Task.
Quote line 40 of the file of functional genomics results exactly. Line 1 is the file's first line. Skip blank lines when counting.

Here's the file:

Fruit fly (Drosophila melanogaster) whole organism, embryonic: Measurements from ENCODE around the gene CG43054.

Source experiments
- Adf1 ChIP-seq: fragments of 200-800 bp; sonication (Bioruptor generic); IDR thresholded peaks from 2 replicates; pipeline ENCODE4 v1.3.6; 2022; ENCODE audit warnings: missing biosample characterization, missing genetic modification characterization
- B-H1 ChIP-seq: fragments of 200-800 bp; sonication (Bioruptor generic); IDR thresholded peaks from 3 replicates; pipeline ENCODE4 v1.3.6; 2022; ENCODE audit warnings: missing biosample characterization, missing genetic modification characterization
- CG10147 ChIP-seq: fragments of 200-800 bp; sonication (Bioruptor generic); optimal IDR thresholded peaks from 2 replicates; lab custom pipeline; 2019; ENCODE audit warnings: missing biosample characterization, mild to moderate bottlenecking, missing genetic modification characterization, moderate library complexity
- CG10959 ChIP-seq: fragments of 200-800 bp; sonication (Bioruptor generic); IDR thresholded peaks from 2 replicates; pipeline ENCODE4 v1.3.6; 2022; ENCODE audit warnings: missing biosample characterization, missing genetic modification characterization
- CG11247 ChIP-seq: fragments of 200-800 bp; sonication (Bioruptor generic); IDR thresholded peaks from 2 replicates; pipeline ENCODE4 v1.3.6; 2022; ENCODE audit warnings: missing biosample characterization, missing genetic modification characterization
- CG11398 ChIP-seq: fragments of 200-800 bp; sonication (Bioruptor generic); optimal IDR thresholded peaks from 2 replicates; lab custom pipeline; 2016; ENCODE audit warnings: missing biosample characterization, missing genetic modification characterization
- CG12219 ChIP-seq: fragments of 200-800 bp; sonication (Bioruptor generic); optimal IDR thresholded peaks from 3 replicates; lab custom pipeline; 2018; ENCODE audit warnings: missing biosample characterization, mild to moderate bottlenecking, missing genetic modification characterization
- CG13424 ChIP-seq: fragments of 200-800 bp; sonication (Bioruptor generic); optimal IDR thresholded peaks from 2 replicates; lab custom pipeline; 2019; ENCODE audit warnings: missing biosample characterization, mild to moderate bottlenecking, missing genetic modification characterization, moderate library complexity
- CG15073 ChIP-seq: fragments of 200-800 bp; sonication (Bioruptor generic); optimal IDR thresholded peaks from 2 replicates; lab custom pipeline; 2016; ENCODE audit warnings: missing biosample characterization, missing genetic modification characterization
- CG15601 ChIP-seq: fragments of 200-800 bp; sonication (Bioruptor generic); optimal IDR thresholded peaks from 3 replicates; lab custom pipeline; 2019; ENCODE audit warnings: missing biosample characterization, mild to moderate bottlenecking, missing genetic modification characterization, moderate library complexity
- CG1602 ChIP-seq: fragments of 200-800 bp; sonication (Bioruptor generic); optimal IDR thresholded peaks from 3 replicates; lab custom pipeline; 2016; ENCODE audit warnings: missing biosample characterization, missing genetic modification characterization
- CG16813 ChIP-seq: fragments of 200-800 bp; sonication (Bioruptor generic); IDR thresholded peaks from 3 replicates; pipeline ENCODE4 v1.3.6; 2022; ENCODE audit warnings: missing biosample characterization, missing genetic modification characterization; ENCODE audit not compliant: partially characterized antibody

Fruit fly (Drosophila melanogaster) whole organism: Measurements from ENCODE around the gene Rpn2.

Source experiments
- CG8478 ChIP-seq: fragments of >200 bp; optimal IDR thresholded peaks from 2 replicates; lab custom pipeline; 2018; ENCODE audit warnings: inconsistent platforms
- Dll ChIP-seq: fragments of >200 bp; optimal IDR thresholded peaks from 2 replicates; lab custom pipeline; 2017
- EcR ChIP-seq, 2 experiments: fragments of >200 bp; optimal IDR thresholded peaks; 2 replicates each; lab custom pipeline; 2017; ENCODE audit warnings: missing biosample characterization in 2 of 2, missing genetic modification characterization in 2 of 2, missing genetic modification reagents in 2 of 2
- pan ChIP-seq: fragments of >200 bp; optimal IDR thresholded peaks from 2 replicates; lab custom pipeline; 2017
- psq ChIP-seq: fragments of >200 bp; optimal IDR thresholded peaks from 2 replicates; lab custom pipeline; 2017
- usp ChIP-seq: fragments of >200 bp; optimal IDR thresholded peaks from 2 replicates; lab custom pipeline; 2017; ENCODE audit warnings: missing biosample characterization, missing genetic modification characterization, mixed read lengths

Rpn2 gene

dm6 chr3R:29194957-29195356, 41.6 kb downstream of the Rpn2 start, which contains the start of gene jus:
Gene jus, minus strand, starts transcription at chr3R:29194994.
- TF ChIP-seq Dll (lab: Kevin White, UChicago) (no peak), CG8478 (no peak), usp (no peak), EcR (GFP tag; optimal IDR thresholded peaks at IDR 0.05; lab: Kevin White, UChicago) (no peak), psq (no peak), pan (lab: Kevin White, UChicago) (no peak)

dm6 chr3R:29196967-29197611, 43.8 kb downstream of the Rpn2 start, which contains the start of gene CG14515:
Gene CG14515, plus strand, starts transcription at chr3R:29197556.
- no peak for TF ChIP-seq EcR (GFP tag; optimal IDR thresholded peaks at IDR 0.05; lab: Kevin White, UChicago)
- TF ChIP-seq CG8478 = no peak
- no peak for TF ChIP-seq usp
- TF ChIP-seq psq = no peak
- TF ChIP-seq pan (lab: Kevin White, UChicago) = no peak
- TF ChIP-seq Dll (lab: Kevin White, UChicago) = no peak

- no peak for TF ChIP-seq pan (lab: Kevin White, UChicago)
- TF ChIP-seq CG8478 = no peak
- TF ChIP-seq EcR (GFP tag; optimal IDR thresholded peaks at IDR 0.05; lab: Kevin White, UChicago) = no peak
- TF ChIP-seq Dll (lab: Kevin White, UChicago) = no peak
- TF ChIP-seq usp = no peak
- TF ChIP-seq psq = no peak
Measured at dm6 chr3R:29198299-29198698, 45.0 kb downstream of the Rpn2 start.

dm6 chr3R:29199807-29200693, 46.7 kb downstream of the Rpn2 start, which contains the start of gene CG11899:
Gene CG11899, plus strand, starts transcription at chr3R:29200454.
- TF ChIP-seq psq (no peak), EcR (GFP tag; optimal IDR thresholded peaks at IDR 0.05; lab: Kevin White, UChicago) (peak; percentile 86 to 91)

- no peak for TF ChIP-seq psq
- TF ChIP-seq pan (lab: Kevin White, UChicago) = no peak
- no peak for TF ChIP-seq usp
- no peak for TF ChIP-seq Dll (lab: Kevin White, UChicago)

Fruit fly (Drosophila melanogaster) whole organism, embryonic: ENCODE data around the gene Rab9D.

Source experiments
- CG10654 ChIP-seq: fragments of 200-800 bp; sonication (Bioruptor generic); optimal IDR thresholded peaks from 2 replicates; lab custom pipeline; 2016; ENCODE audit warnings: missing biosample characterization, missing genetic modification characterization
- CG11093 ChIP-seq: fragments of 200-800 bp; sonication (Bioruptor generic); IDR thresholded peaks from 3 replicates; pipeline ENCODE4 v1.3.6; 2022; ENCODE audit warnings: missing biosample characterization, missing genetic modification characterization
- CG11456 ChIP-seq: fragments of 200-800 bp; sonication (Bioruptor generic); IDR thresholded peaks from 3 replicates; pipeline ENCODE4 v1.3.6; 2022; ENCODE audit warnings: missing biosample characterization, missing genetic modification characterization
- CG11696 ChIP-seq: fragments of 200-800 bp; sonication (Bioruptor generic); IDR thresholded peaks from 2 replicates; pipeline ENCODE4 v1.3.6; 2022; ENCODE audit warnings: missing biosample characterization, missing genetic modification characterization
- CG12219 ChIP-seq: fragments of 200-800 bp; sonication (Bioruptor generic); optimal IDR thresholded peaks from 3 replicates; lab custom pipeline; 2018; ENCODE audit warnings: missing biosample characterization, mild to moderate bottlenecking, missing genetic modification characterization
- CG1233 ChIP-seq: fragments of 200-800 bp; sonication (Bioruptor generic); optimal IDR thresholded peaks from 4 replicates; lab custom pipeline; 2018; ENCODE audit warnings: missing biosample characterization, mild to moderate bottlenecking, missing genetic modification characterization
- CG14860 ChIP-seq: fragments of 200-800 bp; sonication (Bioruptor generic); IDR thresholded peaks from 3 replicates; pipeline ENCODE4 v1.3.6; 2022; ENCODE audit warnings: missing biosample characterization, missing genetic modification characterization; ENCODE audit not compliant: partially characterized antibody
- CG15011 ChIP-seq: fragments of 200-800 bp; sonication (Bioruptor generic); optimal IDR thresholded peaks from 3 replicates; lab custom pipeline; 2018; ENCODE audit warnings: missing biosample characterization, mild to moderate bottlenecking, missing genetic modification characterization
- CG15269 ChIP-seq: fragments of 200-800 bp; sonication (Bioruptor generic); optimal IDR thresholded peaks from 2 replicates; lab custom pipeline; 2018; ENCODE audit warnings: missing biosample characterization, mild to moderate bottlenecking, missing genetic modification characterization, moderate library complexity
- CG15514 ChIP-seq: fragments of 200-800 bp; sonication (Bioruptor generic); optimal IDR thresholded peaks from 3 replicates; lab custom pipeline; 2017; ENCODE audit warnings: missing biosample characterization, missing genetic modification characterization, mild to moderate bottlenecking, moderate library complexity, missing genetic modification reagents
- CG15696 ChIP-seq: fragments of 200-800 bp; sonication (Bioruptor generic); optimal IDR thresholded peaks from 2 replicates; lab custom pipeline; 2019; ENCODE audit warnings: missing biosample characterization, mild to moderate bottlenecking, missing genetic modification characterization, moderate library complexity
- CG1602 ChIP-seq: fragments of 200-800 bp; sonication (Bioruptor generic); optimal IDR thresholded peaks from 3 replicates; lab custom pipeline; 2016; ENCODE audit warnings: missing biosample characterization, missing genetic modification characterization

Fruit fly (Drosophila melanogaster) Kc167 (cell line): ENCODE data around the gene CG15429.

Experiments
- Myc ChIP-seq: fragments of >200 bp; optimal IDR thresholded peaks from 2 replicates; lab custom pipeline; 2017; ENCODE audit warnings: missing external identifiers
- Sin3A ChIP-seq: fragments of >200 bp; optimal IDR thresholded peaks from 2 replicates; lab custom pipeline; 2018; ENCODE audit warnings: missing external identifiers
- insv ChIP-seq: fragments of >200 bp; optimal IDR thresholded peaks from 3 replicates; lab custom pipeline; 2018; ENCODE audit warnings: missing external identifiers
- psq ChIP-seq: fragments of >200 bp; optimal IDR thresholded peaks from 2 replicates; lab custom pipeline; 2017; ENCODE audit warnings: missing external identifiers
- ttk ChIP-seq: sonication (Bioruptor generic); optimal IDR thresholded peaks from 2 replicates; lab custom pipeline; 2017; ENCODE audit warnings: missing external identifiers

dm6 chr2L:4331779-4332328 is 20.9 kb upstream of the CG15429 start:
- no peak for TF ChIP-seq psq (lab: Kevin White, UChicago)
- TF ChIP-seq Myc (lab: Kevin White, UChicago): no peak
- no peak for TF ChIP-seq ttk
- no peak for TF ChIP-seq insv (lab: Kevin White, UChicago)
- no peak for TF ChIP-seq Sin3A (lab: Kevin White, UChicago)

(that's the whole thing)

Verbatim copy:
- TF ChIP-seq psq = no peak